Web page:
The hot stream running from this spring is about four feet wide and two feet deep. It divides into two large and several small streams before reaching the river. One stream runs along the edge, farthest from the river, of the hard formation to the bath house some 300 yards. The bath house is built of rock and the bath tub consists of a hole chiseled into the floor. The floor it must be remembered is of the hard substance which is gradually forming all the time where ever the hot water comes into contact with anything. The tub on the sides is like porcelain. The floor around the edges of it is also very hard and smooth. A thousand such tubs could be cut into the peculiar formation and better bath tubs could not be manufactured. At the lower edge of this formation, on the west side, are a lot of steps, pockets or terraces leading down to the valley. On the north side the hot water pours over into the river, a fall of about thirty feet. Under these falls one can take a hot shower bath, cold shower bath or steam bath. Smooth natural seats and resting places have been formed under the falls.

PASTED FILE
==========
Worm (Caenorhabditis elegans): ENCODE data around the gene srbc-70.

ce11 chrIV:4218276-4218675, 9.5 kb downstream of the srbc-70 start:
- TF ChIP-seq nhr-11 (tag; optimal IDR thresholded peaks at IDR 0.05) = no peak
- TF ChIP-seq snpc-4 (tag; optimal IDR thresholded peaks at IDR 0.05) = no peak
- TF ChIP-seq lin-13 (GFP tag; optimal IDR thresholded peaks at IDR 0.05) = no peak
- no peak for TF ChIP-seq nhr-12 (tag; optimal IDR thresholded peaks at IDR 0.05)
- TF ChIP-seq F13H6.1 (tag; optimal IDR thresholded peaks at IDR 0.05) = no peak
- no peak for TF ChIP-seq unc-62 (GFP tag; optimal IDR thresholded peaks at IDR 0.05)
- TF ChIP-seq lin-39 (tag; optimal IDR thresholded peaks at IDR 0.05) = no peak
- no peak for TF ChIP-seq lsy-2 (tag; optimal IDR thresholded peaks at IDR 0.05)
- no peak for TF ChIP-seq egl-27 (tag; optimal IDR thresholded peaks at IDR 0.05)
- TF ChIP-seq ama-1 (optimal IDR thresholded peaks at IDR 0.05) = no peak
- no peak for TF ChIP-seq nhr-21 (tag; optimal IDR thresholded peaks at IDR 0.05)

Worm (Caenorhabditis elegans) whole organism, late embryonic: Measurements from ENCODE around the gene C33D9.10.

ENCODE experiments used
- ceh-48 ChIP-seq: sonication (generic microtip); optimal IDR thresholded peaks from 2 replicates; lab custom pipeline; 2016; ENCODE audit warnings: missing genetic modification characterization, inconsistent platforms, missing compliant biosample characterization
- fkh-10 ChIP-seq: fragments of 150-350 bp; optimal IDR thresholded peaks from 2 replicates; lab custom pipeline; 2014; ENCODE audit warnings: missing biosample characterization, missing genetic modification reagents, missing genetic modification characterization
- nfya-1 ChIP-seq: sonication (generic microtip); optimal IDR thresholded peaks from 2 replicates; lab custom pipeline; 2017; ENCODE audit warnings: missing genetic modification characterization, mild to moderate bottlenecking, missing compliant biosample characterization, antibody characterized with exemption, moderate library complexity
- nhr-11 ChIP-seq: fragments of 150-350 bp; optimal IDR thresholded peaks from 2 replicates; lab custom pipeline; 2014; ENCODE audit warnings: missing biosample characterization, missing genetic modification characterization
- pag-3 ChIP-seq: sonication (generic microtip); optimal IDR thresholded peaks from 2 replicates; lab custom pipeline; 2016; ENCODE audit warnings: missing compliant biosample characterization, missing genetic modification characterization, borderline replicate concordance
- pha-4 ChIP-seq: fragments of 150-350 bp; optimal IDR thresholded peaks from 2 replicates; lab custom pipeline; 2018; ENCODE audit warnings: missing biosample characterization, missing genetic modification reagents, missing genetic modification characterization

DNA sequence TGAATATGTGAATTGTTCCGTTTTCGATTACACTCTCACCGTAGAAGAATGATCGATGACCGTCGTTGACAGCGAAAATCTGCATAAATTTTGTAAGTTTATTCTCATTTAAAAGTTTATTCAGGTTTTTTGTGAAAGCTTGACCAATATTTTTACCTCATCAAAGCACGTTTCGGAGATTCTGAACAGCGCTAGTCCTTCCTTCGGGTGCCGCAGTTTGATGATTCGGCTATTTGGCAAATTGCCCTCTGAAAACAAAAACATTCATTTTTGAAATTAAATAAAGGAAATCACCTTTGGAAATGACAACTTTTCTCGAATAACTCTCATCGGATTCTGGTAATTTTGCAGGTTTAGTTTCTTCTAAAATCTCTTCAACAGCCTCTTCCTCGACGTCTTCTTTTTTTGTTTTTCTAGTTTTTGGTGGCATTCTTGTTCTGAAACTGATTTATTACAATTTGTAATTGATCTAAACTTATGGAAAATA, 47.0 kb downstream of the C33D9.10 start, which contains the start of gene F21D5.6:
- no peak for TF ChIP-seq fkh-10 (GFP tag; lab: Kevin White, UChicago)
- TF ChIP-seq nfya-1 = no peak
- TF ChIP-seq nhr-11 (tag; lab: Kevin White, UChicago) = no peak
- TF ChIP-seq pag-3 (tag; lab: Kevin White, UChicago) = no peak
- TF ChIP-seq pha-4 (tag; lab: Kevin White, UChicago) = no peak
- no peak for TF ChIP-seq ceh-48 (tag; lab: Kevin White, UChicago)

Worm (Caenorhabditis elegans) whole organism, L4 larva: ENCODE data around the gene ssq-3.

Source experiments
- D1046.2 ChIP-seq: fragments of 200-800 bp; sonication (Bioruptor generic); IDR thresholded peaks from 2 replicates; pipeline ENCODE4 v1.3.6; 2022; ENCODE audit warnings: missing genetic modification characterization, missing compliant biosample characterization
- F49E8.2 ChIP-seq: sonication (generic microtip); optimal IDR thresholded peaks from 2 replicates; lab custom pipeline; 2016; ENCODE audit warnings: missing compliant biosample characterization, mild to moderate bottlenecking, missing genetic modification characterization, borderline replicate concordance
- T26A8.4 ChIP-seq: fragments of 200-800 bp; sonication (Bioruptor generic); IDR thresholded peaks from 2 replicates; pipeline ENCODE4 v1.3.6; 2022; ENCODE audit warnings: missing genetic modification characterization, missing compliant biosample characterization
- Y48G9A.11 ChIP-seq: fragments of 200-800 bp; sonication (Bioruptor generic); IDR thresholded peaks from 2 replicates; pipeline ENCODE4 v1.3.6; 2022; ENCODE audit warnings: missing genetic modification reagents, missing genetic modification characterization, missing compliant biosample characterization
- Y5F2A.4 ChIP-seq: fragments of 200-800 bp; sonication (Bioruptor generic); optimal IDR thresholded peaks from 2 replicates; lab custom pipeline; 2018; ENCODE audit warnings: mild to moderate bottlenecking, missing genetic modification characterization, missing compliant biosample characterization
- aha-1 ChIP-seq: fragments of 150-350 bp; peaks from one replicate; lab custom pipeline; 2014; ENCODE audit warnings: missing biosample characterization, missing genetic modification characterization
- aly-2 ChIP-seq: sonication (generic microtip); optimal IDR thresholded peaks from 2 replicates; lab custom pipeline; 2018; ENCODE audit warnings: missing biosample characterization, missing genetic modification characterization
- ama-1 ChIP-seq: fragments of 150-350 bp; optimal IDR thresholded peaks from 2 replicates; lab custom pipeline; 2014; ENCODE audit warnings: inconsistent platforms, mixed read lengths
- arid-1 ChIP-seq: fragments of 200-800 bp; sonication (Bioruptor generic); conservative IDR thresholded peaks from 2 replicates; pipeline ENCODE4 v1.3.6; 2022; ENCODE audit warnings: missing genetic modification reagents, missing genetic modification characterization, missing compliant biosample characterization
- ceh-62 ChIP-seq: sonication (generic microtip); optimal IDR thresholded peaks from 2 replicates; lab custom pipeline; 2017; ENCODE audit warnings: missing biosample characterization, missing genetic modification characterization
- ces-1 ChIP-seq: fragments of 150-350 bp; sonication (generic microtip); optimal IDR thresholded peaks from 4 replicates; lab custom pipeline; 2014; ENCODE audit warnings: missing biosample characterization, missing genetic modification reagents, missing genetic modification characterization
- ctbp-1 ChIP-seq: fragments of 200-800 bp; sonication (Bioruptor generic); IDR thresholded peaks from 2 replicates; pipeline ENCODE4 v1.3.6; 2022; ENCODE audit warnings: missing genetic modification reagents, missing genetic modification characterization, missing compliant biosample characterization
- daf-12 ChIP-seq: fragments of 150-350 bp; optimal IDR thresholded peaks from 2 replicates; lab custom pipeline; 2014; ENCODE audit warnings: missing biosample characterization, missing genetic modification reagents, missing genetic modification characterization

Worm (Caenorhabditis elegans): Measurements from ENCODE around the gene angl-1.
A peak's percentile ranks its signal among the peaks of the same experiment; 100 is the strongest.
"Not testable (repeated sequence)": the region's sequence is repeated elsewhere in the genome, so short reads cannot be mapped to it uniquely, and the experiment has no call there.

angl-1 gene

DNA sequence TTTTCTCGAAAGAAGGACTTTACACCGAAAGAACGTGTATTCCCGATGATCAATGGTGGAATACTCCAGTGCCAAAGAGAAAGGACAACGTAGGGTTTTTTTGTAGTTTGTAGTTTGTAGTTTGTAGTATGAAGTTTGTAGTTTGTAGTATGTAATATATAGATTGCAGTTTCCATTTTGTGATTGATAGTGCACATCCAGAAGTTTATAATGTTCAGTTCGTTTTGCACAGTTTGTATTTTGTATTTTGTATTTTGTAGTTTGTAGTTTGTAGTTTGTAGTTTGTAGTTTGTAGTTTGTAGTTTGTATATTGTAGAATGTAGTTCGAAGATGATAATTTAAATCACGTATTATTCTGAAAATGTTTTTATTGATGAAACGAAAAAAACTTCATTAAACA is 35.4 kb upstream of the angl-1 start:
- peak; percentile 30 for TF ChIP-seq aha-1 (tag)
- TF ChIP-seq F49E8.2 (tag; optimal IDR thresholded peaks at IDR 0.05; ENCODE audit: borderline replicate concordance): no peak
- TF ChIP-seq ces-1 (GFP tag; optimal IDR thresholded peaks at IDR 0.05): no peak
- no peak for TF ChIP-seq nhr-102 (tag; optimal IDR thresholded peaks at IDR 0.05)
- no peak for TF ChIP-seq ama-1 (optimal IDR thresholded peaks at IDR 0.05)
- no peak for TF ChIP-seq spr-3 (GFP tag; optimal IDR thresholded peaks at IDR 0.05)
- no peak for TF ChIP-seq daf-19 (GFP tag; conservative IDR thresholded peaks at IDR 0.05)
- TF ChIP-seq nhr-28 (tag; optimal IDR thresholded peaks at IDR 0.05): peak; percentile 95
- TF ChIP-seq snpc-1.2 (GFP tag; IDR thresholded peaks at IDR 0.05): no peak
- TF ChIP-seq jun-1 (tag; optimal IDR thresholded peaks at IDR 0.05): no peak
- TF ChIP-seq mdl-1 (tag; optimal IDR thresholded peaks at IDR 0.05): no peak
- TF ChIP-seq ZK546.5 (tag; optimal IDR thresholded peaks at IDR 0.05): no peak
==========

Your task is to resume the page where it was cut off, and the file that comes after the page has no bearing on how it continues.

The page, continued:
The cold showers are not so large as the hot, but there are several places where the water in winding through the formation has cooled before it pours over into the river. It is considered dangerous by some to go near the lower falls which is the largest. Two years ago a man fell off there and was drowned. It was in the fall of the year when there was considerable ice and as he had on a large overcoat of course he could not get out of the river. It is not so dangerous there as it is generally supposed, either above or below the falls.